communicated to his flock whom he exhorted to be attentive. He would
not allow the reading of the Gospel to begin until there was absolute
silence in the church. Fr. Vladimir attempted to make the church as
conducive to prayer and as spiritually uplifting as possible. He bought
many new icons and regilded the church vessels as well as replacing
worn vestments and church coverings. The outward adornment of the
church however, was always secondary; its main purpose was to aid the
inner adornment of the heart.
Warm and loving, with a ready smile, Fr. Vladimir was also strict
concerning matters of the faith. He did not hesitate to upbraid
parishioners for being late to service or' being lax in keeping the
fasts. He was very strict with himself and never missed a single
service. His Matushka remembers that once during Great Lent Fr.
Vladimir fell very ill --from weakness he had to hold onto the walls as
he walked around his room, In spite of this, he went to church to serve
the Presanctified and did not break the fast even to drink some water.
Fr. Vladimir was one of those rare, tireless workers in Christ's
vineyard. His activities touched upon all aspects of church life. He
was at once a sower scattering seeds far and wide, a fisherman
continually letting down and drawing up his nets. His
self-sacrificing activity was apparent in the many things he did
which were, one might say, "Beyond the call of duty": Almost every
Saturday during Great Lent, for example, after the church service,
Fr. Vladimir would make for his parishioners a huge pot of "monastic"
borsch--Jordanville style. On Pascha he and Matushka Barbara would
invite all those who worked for the church to their home to break the
fast. Afterwards Fr. Vladimir would drive home those who needed
rides--to all parts of Melbourne. He would then return to the church
and clean it up in preparation for the evening service, All this
after having just finished a long fast with its long services and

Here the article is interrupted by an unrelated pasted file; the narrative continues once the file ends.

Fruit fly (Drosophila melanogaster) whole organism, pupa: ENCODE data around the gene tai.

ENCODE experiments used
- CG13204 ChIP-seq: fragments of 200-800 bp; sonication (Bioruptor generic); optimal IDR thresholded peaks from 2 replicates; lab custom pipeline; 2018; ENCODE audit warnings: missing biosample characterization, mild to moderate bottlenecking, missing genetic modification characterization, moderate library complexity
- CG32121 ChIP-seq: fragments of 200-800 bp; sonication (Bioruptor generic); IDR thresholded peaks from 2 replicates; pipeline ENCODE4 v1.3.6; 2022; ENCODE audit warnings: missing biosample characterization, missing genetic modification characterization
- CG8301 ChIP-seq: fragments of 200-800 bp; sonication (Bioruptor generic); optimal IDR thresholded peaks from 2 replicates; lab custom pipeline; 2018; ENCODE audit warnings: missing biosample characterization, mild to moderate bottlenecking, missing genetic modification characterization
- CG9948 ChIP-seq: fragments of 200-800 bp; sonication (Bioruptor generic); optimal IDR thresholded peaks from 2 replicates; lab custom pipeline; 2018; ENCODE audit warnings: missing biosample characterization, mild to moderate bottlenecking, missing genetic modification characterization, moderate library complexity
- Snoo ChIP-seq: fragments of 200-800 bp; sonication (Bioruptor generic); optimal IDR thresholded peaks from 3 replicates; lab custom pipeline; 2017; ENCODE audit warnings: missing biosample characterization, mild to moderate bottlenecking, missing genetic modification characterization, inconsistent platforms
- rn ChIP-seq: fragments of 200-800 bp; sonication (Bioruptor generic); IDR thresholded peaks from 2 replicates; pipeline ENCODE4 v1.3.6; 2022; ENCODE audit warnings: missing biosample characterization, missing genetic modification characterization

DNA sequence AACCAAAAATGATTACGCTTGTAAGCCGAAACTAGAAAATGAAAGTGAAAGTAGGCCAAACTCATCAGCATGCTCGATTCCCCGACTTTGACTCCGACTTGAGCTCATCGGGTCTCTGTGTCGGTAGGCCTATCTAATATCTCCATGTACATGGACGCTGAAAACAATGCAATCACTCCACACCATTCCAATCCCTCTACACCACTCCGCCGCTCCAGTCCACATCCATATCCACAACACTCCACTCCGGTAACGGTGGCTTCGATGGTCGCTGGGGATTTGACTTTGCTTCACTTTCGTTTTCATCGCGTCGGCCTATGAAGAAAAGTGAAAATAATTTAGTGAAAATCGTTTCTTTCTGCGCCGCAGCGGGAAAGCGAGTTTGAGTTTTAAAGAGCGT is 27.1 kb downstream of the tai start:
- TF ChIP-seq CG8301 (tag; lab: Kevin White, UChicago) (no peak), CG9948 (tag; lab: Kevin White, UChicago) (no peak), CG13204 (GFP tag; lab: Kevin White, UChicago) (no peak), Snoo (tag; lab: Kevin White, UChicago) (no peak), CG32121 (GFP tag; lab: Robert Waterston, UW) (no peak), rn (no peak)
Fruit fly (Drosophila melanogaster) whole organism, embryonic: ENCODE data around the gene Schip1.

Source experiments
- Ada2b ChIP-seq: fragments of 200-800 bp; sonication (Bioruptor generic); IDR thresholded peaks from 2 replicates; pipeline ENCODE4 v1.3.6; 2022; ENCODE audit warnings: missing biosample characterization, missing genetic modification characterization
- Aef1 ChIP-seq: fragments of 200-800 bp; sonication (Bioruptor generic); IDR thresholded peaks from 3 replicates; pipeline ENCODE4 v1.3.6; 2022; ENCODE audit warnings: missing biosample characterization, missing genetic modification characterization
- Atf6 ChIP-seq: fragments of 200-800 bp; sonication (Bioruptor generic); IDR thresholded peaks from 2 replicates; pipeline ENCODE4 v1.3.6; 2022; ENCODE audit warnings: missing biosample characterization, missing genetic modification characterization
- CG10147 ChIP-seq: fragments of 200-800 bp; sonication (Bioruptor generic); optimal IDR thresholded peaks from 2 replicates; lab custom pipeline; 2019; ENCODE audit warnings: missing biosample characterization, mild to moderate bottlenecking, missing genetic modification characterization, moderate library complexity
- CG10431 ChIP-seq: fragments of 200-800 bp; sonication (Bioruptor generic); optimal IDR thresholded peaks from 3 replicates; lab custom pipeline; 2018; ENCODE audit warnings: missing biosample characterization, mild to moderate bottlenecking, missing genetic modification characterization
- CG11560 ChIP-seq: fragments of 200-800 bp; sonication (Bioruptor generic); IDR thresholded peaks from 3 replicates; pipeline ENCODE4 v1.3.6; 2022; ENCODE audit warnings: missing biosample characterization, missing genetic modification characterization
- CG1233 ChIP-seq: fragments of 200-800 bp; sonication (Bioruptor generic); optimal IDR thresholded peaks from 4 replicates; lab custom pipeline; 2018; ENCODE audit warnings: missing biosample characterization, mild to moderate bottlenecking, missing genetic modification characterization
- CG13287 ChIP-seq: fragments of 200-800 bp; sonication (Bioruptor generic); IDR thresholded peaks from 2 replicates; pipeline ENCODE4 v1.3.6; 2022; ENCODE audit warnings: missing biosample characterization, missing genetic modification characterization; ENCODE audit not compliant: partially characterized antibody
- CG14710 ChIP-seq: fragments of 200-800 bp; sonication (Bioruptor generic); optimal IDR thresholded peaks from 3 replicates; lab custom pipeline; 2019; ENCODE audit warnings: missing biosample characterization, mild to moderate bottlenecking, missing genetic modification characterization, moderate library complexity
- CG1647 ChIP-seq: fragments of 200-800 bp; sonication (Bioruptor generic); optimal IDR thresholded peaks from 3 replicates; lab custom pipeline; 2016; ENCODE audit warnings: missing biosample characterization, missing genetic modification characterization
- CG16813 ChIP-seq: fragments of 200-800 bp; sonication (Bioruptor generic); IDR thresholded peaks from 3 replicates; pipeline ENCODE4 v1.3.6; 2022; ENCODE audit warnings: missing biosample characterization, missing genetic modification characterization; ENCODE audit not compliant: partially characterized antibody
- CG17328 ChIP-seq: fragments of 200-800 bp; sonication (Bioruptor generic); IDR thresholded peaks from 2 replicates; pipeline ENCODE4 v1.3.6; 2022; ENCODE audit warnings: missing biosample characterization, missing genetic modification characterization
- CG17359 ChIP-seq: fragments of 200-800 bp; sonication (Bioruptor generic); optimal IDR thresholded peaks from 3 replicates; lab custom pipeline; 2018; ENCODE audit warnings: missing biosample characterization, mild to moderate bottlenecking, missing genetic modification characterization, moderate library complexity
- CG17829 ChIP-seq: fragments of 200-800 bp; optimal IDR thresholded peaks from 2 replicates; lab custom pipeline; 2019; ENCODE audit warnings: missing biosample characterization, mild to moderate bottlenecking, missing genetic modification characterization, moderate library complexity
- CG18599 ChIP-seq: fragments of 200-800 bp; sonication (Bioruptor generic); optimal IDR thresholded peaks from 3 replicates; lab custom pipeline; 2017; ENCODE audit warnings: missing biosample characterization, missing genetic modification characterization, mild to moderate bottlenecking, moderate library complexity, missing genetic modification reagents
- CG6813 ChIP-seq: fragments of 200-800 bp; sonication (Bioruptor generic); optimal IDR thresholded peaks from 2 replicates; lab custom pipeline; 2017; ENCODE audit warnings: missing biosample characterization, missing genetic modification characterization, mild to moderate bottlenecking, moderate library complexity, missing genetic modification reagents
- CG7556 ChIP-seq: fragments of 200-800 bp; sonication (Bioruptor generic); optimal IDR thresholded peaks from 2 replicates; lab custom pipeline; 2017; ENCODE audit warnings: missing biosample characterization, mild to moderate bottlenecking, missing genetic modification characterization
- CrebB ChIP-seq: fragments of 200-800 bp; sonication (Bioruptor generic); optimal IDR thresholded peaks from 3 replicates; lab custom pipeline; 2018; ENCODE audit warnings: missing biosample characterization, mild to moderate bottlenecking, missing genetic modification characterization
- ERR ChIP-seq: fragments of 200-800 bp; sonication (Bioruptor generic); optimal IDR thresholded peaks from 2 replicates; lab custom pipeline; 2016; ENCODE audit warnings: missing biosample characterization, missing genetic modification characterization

having eaten nothing during the whole of Passion Week.
Fr. Vladimir was also active in founding the Australian branch of
Orthodox Action, whose purpose is to help persecuted Orthodox behind
the Iron Curtain. He felt a strong tie to the suffering brethren in
Christ and tried to communicate this to others.
The above gives by no means a complete picture of Fr. Vladimir's
life. It is enough however, to see that when the heart is turned to
Christ and when there is a willingness to sacrifice oneself, it is
possible even as a lay priest of a large city parish to maintain a
high 1evel of spiritual life oneself and to draw others to the same
ideal. Various letters written by Fr. Vladimir's spiritual children
after his death testify that he indeed succeeded in igniting hearts.
One such letter reads in part: "There was that deep spiritual bond
which I underestimated, which I felt towards the priest who received
me into the Church, confessed me, guided and instructed me, and
showed such pastoral concern for the new member of his flock .... He
was a real rock to me. Above all, he inspired me with his strength,
his fervor, his zeal, his single-minded dedication, and his love of
It is, of course, a great tragedy that Fr. Vladimir's life was cut
short just as it seemed to be in full bloom. Nothing, however, happens
without God's allowance. So many people were spiritually dependent
upon Fr. Vladimir, so many looked to him for guidance and inspiration.
Perhaps now it is time for them to take Fr. Vladimir's life as an
example and become themselves torchbearers who, having been ignited by
Fr. Vladimir, are now ready to spread the light to others.
One of Fr. Vladimir's spiritual children has written: "Fr. Vladimir
was a very hardworking and enthusiastic priest, and a very zealous
advocate of the Holy Orthodox Faith .... If ever a man was a great
lover of Christ and guided by the Holy and Life-giving Spirit, Fr.
Vladimir was such a man."
May Orthodox Christians everywhere be inspired and motivated by Fr.
Vladimir's example, inspired to be independent Christian workers,
torch-bearers of genuine Orthodox Christianity in an age of darkness.
Article from Orthodox America (Many years have passed since his tragic
death in a motor accident - his life was cut short whene he was on his way
to serve the Sunday Liturgy. May his memory be eternal!)